Sunday, May 10, 2009

Grissel step two

Back on April 2nd I showed you a pic of me painting the terracotta undercoat. From there I painted a sketch of the main figures in raw umber, then filled in the background. Here you can see how I've started the 2nd step of painting the figures, which is putting in the lights with titan buff. This of course is the grissel. Painting a grissel then layering the colours over it is a technique pioneered by the Dutch Masters in particular Jan Van Eyck.
It may be much more time consuming, and therefore not used by many, but it gives such a depth and luminosity to the work that I find it well worth the extra effort. I always find it fascinating that when you put the white over the umber, which is dark brown, the umber turns to a blueish black.

I've spent days working on the next of the 'At Risk' series. I put it away on Friday, because it isn't coming together the way I want it to. I know if I put it away for a few days then go back to it with fresh eyes the piece will be better for it. The concept is good, and the rough layouts worked... but when I started to actually do it... grumble.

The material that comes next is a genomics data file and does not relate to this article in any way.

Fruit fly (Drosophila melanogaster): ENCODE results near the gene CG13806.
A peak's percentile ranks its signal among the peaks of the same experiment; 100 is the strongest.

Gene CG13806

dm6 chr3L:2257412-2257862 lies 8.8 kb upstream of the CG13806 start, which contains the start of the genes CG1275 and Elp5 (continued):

My work didn't get into the Woodstock Show, two of the 5 pieces I entered did get into the Appreciation of the Arts though.

I'm sure that's why artist are "all starving". We have to pay to enter these things you know, if your work is selected you have a chance of selling your work, but in most shows only a smallish percentage do. The venue of course takes a commission of anywhere from 10 to 60 %... so why do we do it? 'Cause if you don't show you don't sell, and if you don't sell you very soon get buried under a mountain of paintings, and you need the money from the sales to buy more paint and canvas, because not painting is not an option. Artist are artist because they have to create.

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